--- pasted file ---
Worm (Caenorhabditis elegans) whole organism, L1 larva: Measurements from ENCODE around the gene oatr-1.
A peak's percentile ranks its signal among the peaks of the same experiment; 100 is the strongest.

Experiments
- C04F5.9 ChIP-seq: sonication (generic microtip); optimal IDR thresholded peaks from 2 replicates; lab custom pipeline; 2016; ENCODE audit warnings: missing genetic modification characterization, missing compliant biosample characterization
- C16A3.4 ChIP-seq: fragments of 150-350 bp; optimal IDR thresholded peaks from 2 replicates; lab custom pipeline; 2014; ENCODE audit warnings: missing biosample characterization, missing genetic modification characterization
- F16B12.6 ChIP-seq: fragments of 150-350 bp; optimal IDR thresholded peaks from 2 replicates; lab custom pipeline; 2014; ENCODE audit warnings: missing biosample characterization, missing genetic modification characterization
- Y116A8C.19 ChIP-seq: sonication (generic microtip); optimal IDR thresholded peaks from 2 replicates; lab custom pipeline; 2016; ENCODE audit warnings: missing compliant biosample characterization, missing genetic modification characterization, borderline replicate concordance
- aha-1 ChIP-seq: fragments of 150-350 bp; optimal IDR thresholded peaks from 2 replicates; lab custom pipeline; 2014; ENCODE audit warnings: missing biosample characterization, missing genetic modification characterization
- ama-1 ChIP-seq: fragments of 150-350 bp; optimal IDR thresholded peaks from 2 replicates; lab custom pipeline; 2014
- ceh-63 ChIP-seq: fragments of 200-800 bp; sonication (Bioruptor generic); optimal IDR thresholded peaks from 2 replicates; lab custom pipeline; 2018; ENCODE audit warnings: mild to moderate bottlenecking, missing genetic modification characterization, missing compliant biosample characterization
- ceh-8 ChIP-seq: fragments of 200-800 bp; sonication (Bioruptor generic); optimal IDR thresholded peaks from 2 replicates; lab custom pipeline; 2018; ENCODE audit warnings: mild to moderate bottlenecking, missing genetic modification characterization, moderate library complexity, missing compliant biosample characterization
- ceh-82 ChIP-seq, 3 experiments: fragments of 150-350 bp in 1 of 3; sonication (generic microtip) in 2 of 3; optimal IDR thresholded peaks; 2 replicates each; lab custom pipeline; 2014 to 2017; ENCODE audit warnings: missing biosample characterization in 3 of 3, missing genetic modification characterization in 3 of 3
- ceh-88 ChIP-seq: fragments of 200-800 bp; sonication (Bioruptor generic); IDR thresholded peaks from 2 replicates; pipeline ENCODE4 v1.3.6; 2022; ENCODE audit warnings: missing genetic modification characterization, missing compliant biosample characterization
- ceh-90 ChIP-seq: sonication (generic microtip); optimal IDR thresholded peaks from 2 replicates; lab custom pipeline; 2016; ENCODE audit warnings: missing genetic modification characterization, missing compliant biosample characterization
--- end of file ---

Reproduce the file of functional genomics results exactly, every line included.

Worm (Caenorhabditis elegans) whole organism, L1 larva: Measurements from ENCODE around the gene oatr-1.
A peak's percentile ranks its signal among the peaks of the same experiment; 100 is the strongest.

Experiments
- C04F5.9 ChIP-seq: sonication (generic microtip); optimal IDR thresholded peaks from 2 replicates; lab custom pipeline; 2016; ENCODE audit warnings: missing genetic modification characterization, missing compliant biosample characterization
- C16A3.4 ChIP-seq: fragments of 150-350 bp; optimal IDR thresholded peaks from 2 replicates; lab custom pipeline; 2014; ENCODE audit warnings: missing biosample characterization, missing genetic modification characterization
- F16B12.6 ChIP-seq: fragments of 150-350 bp; optimal IDR thresholded peaks from 2 replicates; lab custom pipeline; 2014; ENCODE audit warnings: missing biosample characterization, missing genetic modification characterization
- Y116A8C.19 ChIP-seq: sonication (generic microtip); optimal IDR thresholded peaks from 2 replicates; lab custom pipeline; 2016; ENCODE audit warnings: missing compliant biosample characterization, missing genetic modification characterization, borderline replicate concordance
- aha-1 ChIP-seq: fragments of 150-350 bp; optimal IDR thresholded peaks from 2 replicates; lab custom pipeline; 2014; ENCODE audit warnings: missing biosample characterization, missing genetic modification characterization
- ama-1 ChIP-seq: fragments of 150-350 bp; optimal IDR thresholded peaks from 2 replicates; lab custom pipeline; 2014
- ceh-63 ChIP-seq: fragments of 200-800 bp; sonication (Bioruptor generic); optimal IDR thresholded peaks from 2 replicates; lab custom pipeline; 2018; ENCODE audit warnings: mild to moderate bottlenecking, missing genetic modification characterization, missing compliant biosample characterization
- ceh-8 ChIP-seq: fragments of 200-800 bp; sonication (Bioruptor generic); optimal IDR thresholded peaks from 2 replicates; lab custom pipeline; 2018; ENCODE audit warnings: mild to moderate bottlenecking, missing genetic modification characterization, moderate library complexity, missing compliant biosample characterization
- ceh-82 ChIP-seq, 3 experiments: fragments of 150-350 bp in 1 of 3; sonication (generic microtip) in 2 of 3; optimal IDR thresholded peaks; 2 replicates each; lab custom pipeline; 2014 to 2017; ENCODE audit warnings: missing biosample characterization in 3 of 3, missing genetic modification characterization in 3 of 3
- ceh-88 ChIP-seq: fragments of 200-800 bp; sonication (Bioruptor generic); IDR thresholded peaks from 2 replicates; pipeline ENCODE4 v1.3.6; 2022; ENCODE audit warnings: missing genetic modification characterization, missing compliant biosample characterization
- ceh-90 ChIP-seq: sonication (generic microtip); optimal IDR thresholded peaks from 2 replicates; lab custom pipeline; 2016; ENCODE audit warnings: missing genetic modification characterization, missing compliant biosample characterization